Coalition ‘in denial’ about food bank use, according to new report

The coalition needs to "own up to the role it's playing" in the growth of food banks, a new report says.

Food banks imagej

The coalition needs to “own up to the role it’s playing” in the growth of food banks, a new report says

The coalition has been accused of being “in denial” about the causes of a massive rise in food bank use, according to a new report by Scottish MSPs.

Contrary to the arguments of government ministers, the report says that welfare reforms were a “significant cause” of the rise in demand for food banks.

In April, the government claimed that there was “no robust evidence linking food bank usage to welfare reform”.

In doing so it cited OECD data, which it claimed showed that food poverty in the UK was actually going down rather than increasing.

But the Scottish government Welfare Committee, which for its new report has taken evidence from the Trussell Trust, Oxfam Scotland and the British Red Cross has now hit back, and has called on the government to “recognise that people are struggling to meet their basic need for food due to its direct action”.

“Our evidence showed some low paid workers need to access food banks,” said convener of the committee Labour MSP Michael McMahon.

“This makes it even more insulting for them to insist that people using food banks are anything other than in desperate need of help,” he added.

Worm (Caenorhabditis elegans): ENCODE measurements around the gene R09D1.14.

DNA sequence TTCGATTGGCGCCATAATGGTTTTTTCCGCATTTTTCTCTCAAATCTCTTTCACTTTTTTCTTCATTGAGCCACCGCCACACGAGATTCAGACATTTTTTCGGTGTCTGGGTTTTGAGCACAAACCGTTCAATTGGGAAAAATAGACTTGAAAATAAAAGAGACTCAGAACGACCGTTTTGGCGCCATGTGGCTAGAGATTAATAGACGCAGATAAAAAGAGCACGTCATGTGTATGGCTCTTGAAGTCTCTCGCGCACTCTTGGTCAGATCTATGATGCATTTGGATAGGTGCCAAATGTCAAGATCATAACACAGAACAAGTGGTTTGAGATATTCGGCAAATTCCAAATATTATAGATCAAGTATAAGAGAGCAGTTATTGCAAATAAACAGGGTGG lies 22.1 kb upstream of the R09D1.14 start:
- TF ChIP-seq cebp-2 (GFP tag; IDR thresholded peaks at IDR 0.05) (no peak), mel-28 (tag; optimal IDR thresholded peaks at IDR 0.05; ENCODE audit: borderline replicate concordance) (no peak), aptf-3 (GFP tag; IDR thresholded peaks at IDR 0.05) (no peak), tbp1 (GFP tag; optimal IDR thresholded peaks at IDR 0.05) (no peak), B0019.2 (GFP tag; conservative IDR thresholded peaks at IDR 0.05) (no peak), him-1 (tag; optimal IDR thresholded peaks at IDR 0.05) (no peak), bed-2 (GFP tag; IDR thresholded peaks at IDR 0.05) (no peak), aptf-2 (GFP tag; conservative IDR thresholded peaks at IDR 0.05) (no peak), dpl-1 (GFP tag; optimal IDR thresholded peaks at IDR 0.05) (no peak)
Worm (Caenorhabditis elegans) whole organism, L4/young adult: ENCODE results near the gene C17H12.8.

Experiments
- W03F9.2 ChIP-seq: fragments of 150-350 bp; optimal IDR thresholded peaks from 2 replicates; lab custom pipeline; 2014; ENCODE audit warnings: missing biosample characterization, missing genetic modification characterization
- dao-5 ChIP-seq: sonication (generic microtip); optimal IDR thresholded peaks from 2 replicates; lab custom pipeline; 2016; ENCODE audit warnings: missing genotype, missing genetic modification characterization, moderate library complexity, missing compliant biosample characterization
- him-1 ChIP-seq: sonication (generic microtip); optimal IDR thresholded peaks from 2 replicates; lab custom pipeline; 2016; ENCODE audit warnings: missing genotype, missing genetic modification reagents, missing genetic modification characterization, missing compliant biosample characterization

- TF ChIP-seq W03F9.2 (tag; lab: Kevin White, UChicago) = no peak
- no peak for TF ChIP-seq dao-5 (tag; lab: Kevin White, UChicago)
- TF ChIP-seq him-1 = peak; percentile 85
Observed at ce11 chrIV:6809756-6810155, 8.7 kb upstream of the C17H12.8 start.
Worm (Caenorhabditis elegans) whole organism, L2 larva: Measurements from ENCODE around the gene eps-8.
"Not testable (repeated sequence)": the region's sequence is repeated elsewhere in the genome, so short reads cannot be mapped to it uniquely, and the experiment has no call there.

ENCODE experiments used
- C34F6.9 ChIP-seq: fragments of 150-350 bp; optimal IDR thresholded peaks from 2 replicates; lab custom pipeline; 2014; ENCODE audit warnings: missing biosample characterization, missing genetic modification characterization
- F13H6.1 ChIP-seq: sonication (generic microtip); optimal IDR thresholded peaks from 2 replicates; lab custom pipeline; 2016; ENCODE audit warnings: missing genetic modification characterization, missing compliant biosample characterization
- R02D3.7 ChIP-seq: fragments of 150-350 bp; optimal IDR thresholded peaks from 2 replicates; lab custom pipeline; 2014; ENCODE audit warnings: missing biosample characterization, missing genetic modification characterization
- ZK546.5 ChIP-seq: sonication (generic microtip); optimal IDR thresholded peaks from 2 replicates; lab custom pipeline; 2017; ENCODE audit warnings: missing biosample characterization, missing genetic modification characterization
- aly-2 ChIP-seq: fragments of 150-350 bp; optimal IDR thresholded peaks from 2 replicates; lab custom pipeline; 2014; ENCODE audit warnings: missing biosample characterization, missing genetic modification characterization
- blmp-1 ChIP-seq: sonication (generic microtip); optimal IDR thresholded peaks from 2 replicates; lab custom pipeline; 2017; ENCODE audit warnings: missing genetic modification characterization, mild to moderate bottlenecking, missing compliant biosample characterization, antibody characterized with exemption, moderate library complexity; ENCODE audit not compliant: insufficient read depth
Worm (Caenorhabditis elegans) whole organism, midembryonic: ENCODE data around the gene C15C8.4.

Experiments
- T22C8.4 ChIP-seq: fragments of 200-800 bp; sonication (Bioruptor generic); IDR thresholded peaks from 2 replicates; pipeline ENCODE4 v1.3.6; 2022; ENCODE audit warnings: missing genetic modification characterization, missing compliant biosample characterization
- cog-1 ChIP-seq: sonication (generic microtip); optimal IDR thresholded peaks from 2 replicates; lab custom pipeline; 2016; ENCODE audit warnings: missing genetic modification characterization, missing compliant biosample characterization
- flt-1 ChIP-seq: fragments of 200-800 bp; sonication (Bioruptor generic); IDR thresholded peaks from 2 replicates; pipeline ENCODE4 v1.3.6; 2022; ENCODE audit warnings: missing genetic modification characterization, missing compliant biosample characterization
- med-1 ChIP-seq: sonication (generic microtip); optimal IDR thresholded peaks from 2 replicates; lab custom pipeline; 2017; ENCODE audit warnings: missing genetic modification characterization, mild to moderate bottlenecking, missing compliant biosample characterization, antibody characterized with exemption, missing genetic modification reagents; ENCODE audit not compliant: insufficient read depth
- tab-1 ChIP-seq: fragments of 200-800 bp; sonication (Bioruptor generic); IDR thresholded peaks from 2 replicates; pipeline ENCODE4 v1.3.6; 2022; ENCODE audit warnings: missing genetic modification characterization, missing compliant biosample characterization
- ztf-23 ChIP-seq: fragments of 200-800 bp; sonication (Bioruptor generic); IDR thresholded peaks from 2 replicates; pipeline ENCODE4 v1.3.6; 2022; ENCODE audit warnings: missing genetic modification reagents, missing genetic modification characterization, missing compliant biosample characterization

And deputy convener and SNP MSP Jamie Hepburn said the government needed to “own up to the role it is playing in causing the increase in demand and stop pretending this is simply all about people looking for something for nothing”.

As Left Foot Forward recently reported, the government has repeatedly tried to wriggle out of its reponsibility for the growth of food banks by citing out of date figures.

The OECD data cited by the government study is from 2012, and the Trussell Trust figures showing the largest growth in food bank usage is for the period 2013 to 2014.

This matters because most of the coalition’s welfare reforms had not actually taken effect in 2012 – they certainly wouldn’t be showing up in statistics for that year:

The Bedroom Tax – introduced in April 2013

Universal Credit – introduced in April 2014 (ongoing)

The Benefit Cap – introduced in April 2013

Changes to child tax credits – introduced in April 2012

Changes to Working Tax Credits – introduced in April 2012

As the independent Institute for Fiscal Studies (IFS) has recognised, many of the government’s welfare reforms have only started hurting the poor in the past year or so – and the pain will continue in the years to come.

Hence why there has recently been a huge spike in the number of people using food banks, and why the government can’t wriggle out of its responsibility for this by citing old figures.

Food banks April 2014j

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